3. Loneliness: Isolation, not feeling we can share any of our troubles, hours spent in mind-numbing contemplation, and activities built to relieve stress, but keep our walls intact. This self-imposed way of leading and managing our emotions doesn’t serve us mentally or physically and it doesn’t make us authentic in how we deal with others. When we’re being starved, holding in feelings—compartmentalizing, spending countless hours working, striving, strategizing and still not pleased with our outcome—it makes for a pretty angry individual. As difficult as it may be, the key is to not only allow others into our world, but to engage in their world. Becoming emotionally present all of the time will lead us out of the darkness.

4. People Pleasing: How often do we give to get? Nothing authentic there. The desire for approval, validation or to manipulate others to live up to our expectations causes us to offer reward and/or perfection for the audience. If we give to get, we feel owed. It’s not altruistic nor is it genuine. There is expectation. Start seeking validation from within for just breathing, not for the accomplishments. Let others live to appropriate goals, not ones which feed an ego.

5. Victimization: Unfortunately, our society is built on the drama triangle. Persecutor, rescuer and victim. We switch roles depending on the situation and what we’re trying to manipulate from another. It’s disempowering, inauthentic and without awareness, we never get off. We accuse or hold the victim accountable as persecutor, then we may rescue them from being a victim and they may turnaround to become persecutor, as we slide into the victim role of perceived helplessness or pity. Everyone feels bad on this triangle, it’s unfulfilling, resentment building and keeps us identifying with external circumstances we never really resolve.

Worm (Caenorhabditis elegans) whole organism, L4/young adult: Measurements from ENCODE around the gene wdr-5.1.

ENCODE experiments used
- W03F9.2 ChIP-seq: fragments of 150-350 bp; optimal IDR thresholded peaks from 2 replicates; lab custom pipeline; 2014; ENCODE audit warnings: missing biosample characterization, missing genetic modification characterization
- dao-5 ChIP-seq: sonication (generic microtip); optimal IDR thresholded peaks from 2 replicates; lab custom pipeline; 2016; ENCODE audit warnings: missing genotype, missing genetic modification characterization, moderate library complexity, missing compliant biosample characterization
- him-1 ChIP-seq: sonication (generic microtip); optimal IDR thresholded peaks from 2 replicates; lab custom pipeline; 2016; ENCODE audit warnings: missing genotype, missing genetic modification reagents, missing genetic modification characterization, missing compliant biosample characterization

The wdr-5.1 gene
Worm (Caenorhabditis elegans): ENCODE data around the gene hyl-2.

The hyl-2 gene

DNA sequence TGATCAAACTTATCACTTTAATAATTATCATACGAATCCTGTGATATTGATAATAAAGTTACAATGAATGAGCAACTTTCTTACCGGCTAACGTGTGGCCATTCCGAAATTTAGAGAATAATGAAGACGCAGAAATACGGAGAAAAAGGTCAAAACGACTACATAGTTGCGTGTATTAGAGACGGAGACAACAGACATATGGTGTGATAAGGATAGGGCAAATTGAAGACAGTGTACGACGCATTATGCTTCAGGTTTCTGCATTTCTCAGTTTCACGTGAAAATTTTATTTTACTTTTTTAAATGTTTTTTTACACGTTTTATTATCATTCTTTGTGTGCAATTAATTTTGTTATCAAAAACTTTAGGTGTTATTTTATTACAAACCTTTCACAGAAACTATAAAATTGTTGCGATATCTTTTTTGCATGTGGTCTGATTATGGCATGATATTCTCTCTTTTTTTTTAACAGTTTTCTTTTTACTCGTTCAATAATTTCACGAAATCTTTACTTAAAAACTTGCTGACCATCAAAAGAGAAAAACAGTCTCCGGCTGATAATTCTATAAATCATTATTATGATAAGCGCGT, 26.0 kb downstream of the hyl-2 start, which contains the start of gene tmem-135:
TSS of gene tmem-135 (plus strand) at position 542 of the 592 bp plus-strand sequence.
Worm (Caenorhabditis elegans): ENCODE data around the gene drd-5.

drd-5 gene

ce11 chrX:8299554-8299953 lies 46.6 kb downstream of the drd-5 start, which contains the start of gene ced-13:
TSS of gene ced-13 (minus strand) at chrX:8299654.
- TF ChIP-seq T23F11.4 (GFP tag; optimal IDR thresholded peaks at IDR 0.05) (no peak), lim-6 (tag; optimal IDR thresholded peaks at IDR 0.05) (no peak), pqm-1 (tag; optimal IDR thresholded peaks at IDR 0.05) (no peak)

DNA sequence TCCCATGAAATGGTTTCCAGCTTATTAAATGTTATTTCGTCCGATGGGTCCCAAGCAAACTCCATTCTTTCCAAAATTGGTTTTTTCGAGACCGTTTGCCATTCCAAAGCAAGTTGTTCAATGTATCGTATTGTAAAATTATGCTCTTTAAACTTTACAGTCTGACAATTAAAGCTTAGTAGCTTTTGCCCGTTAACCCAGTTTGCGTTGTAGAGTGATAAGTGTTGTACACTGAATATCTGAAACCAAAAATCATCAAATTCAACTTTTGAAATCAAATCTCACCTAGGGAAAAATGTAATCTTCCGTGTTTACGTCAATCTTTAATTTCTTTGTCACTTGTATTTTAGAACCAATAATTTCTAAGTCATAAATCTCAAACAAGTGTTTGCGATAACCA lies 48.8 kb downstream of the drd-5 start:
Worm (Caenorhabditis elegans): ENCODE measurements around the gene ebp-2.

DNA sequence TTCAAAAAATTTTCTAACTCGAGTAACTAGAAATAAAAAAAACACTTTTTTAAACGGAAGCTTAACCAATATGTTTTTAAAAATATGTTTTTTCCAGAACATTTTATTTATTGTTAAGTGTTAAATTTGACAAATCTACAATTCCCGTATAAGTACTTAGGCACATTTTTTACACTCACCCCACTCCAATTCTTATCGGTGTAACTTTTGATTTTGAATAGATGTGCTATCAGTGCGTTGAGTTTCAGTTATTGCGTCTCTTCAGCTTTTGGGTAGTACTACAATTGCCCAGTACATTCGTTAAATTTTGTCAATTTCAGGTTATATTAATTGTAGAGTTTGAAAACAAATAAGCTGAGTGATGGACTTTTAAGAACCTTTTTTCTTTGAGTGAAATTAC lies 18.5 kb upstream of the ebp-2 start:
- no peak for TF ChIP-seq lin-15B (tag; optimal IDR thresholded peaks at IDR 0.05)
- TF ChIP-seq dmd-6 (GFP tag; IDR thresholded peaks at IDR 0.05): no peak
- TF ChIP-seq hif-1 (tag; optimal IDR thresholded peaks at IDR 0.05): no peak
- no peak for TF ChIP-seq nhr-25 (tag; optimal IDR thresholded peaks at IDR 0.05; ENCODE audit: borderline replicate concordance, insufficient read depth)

6. Disempowerment: Dictatorship, unabridged criticism, taking others’ personal power away or anything, which leads to ill will, resentment, disenfranchisement and a huge lack of creativity is not good for business. The environment of disempowerment internally and externally is dismal. Loyalty is hard won and back-stabbing rules. There is competition, comparison, and contradiction as the guidelines for employees and it starts from within the emotional state of the leader. The first step is for the leader to look at how disempowered he or she feels daily and the ‘why’ behind it. It starts at the top and then moves to the rest of the company.

7. Manipulation: Innocent or guilty, some of us think we’re not purposely manipulating others, but at the base of most strategies is a way to get others to do our bidding. Period. Instead, of a more collaborative or organic approach, we think we’re smarter than the rest. Having compliance is quite different than teamwork. There’s no originality in manipulation and this again comes from ‘not good enough’ or some other false core belief within a leader. We have to believe in our vision, and creating, building and allowing it to expand. Manipulation contracts and constricts, there’s no originality, expression or sustained growth, which comes from this inauthentic control.